Why Don't People Help Each Other and The Patient?
I am writing this post from Heidelberg, Germany, where I have presented to a large German oncology nurses conference and at the Medical Faculty, where Cornelia Mahler and her colleagues have a bachelors degree in Interprofessional Healthcare. Both at the conference and the Medical School seminar I gave — one which included medical students, orthoptists, and RNs, working nurses commented a persistent problem. They raise critical concerns to physicians and are blown off. The image I have included here, is an ideal but it is definitely not the reality, either in Germany or in North America. Here’s what things look like all too often.
Consider one example of the problem that a pediatric nurse at a seminar I gave on aviation safety and teamwork described. After I had finished my presentations, this nurse raised her hand and asked how she could deal with physicians who simply refused to take her concerns about the deteriorating status of a child seriously. When Cornelia and I asked her to describe the case and role play it, she explained that she had been taking care of a child with a spiking fever and was concerned that the child would actually have a seizure if not attended to immediately. When she went to explain this to the physician, the latter kept her eyes firmly on a sheaf of papers, said she was busy, couldn’t it wait till later, and refused to even make eye contact with the nurse. The nurse persisted and the physician did eventually attend to the child. Why, the nurse wondered, was this always so difficult? Why did it always feel like the physician’s body language — and verbal language — was designed to assert status, not teamwork and collaboration?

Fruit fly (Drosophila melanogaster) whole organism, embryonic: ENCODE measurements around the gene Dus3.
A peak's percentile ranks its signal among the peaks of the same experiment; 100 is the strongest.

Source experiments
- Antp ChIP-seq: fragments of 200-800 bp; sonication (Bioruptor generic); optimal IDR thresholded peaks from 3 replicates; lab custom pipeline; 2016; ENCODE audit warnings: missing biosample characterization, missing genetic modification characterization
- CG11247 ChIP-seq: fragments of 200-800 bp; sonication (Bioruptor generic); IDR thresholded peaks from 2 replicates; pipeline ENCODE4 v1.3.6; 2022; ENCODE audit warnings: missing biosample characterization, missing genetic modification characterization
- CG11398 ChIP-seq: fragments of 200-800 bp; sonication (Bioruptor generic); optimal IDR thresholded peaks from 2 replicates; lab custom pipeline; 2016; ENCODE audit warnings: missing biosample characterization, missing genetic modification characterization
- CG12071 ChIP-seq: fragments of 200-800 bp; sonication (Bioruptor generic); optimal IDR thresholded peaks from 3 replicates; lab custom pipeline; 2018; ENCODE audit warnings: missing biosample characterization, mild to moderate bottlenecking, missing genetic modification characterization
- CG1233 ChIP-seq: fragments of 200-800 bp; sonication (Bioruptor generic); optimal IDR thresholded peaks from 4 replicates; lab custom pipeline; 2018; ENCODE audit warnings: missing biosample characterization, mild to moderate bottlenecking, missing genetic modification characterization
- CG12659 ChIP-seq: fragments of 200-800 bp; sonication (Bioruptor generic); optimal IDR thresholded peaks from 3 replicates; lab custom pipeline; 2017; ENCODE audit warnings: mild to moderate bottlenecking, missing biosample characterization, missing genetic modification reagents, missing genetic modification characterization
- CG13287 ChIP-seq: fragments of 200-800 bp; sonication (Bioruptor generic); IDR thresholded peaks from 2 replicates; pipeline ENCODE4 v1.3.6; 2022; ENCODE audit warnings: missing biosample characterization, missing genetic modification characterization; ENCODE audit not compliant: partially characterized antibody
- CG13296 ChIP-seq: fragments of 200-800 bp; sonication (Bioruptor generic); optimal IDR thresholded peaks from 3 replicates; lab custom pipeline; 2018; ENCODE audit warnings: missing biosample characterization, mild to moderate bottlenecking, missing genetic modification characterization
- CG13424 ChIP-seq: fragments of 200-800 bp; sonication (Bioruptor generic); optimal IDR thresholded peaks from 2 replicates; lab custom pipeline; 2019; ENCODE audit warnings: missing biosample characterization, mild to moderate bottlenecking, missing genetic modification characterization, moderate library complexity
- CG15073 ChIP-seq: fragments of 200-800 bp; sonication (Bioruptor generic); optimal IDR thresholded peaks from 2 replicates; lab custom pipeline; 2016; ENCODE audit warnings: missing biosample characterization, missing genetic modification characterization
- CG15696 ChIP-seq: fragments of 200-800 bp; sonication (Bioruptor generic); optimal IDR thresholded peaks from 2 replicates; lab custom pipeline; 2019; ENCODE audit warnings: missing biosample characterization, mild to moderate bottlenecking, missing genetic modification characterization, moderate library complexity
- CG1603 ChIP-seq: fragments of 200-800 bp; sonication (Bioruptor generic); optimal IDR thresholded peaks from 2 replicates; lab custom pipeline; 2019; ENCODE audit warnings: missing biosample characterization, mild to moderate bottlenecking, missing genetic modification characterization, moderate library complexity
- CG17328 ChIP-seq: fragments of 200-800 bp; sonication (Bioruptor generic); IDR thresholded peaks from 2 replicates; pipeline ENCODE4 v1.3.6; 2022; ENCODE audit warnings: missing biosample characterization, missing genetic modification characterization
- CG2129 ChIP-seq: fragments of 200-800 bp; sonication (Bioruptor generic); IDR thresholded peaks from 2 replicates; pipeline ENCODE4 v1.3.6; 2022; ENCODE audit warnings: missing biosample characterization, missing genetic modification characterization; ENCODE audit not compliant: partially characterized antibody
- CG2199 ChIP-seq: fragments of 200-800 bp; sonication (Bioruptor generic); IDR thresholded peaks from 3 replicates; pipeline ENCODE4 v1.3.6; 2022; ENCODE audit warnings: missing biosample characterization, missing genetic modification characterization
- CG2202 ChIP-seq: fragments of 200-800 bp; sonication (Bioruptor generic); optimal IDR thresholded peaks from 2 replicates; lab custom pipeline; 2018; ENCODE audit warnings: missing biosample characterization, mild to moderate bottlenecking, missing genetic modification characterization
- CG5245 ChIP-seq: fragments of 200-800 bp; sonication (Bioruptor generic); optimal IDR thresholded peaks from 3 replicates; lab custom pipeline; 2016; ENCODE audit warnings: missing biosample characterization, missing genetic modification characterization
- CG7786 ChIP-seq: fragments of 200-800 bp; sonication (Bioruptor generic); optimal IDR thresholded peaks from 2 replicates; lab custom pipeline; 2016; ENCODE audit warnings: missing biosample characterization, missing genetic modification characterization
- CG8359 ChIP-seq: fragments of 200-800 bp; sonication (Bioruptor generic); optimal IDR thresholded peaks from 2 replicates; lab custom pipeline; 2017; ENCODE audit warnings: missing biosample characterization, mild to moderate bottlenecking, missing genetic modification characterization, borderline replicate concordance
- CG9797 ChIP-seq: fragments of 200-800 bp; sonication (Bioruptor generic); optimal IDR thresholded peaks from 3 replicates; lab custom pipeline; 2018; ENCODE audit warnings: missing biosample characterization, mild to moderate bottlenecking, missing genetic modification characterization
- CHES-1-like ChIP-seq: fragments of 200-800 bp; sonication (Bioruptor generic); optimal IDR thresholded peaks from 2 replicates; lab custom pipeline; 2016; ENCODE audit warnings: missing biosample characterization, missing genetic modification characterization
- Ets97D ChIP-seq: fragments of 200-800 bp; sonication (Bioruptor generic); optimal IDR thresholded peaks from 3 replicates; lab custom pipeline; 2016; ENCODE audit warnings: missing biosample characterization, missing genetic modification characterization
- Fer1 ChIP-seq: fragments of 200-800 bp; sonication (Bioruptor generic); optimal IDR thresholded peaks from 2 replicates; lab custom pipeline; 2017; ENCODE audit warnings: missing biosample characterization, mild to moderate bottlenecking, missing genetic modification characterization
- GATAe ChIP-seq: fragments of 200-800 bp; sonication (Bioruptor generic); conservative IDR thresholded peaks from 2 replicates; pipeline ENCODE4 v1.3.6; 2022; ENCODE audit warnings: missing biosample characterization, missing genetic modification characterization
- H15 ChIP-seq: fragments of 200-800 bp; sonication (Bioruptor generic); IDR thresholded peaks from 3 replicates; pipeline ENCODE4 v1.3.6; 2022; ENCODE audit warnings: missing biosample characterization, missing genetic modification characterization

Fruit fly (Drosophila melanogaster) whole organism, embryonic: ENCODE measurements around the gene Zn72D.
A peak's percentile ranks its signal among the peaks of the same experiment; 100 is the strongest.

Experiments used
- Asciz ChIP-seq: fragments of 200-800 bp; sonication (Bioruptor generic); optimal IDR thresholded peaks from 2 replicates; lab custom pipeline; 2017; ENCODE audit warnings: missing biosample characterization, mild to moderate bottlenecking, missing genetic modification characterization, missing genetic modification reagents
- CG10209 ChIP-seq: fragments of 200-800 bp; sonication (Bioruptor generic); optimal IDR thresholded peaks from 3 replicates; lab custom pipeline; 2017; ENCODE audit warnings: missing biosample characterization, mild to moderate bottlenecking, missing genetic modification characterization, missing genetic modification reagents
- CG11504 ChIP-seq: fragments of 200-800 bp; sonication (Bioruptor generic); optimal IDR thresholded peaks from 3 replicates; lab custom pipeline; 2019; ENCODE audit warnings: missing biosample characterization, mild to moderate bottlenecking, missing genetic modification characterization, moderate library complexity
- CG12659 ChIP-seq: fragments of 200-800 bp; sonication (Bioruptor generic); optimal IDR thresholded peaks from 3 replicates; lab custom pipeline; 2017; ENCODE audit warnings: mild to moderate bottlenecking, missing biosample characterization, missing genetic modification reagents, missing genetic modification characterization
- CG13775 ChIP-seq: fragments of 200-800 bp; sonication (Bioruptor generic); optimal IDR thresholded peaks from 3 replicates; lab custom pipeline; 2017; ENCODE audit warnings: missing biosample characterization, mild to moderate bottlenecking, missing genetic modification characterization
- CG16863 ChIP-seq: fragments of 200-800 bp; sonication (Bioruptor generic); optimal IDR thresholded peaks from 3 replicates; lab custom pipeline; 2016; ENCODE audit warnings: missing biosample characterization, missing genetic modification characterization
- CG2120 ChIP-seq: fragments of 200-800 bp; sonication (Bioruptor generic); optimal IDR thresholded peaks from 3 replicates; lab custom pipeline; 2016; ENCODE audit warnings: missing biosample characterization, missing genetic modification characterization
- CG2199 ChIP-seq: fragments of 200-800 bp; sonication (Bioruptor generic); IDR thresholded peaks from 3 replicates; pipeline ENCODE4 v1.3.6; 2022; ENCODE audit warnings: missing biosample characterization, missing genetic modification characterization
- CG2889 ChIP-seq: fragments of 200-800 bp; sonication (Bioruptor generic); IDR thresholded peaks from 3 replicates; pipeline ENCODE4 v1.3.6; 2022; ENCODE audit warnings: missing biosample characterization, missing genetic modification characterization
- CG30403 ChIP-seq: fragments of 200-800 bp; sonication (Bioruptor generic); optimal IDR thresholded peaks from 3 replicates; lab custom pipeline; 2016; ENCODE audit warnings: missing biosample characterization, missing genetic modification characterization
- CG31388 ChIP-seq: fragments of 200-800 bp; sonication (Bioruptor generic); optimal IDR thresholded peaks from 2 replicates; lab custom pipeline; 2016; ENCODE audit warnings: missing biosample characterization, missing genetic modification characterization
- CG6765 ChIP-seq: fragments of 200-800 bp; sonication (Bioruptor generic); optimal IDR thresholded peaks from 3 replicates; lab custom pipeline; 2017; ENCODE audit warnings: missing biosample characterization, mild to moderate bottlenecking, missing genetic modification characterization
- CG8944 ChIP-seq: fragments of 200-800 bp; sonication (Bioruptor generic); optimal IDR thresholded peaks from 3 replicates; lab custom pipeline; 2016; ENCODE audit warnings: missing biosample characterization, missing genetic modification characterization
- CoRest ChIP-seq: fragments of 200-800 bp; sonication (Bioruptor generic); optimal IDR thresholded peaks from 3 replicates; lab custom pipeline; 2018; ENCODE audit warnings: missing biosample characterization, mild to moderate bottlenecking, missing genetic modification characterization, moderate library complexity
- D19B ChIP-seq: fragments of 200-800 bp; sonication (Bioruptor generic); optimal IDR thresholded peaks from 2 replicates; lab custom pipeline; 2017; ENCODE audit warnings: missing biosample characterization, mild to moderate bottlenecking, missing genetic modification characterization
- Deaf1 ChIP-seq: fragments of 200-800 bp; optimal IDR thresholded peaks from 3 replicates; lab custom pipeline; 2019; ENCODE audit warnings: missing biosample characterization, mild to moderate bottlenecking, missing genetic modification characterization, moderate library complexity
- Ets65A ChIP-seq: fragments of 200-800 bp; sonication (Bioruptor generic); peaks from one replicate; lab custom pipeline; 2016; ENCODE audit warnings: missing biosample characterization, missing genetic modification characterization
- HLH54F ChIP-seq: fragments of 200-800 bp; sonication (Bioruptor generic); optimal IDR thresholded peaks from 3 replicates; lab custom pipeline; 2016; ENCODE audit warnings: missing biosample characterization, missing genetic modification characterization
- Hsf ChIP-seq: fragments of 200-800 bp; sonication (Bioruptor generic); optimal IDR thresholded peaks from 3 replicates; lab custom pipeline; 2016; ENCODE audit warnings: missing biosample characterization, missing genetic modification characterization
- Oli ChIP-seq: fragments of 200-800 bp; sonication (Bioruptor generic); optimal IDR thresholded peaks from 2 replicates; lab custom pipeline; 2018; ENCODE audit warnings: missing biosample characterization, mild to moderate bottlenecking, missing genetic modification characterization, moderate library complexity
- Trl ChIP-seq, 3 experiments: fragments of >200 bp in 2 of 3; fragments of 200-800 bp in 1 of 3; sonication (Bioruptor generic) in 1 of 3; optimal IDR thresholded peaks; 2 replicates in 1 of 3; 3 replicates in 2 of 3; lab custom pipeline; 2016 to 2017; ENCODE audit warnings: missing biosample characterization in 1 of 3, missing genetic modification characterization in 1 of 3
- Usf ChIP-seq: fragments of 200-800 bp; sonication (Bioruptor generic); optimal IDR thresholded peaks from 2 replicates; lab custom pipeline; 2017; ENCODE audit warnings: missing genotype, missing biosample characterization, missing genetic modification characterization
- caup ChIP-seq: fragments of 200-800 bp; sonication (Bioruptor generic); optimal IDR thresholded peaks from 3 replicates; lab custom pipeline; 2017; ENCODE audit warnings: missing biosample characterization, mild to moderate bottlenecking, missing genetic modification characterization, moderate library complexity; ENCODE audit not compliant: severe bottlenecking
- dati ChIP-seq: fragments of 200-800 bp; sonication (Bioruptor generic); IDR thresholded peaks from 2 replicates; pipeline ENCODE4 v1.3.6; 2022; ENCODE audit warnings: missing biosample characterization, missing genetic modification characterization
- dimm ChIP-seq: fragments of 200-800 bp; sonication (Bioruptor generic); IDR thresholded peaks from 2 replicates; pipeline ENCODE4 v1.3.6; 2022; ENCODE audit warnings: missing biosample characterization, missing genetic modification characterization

In the seminar, we strategized about how the nurse could get the physician’s attention. Cornelia and I suggested that the nurse respond my repeating the facts, stating things like, ” I understand that you are busy. I know how concerned you are your patients and need your help and expertise immediately because the child’s condition is worsening (and explain exactly how).” The nurse felt so disrespected by the doctor that she told us she wanted to tell the doctor — actually yell — “Look at me when you talk to me, not down at your papers. This is so disrespectful.” We cautioned against that. What is your goal, we asked her? To get respect, or to get the doctor to attend to the patient, stat? We suggested that if such disrespectful conduct persisted, the nurse deal with this in a debrief.
But I echo the nurses question and concerns. Not just because I value the in-put of nurses and other non-MD healthcare workers but because, as a patient, I remain deeply concerned that in healthcare status persistently trumps patient safety. Not just in physicians’ treatment of nurses, but nurses treatment of LPNs, and aides, and housekeepers, and everyone’s treatment of patients and families. In healthcare toxic hierarchy is truly the gift that keeps on giving. And that has to stop. Hopefully programs like the one at the University of Heidelberg will really help change things. But it is truly an uphill battle.
I truly enjoyed both your seminars and again I learned so much by talking through situations and human behaviours. Thank you very much for the interest you showed in our profession. We are so few and many people don’t know what Orthoptists do. Raising awareness is really difficult. I would recommend to link “orthoptists” to http://en.wikipedia.org/wiki/Orthoptics as the explanation there fits our profile better than the site of the Australian retina site. By the way, it’s World Orthoptic Day on June 1st 2015 🙂
I hope you enjoyed your stay in Heidelberg. I would love to attend presentations / seminars of yours again in the future – you are an inspiring Person!
Best wishes and kind regards,
Thanks for the lingo.
I understand exactly what you have put into words.
” Healthcare status ” and “healthcare toxic heirarchy”.
I am taking this vocabulary to my working student group for discussion.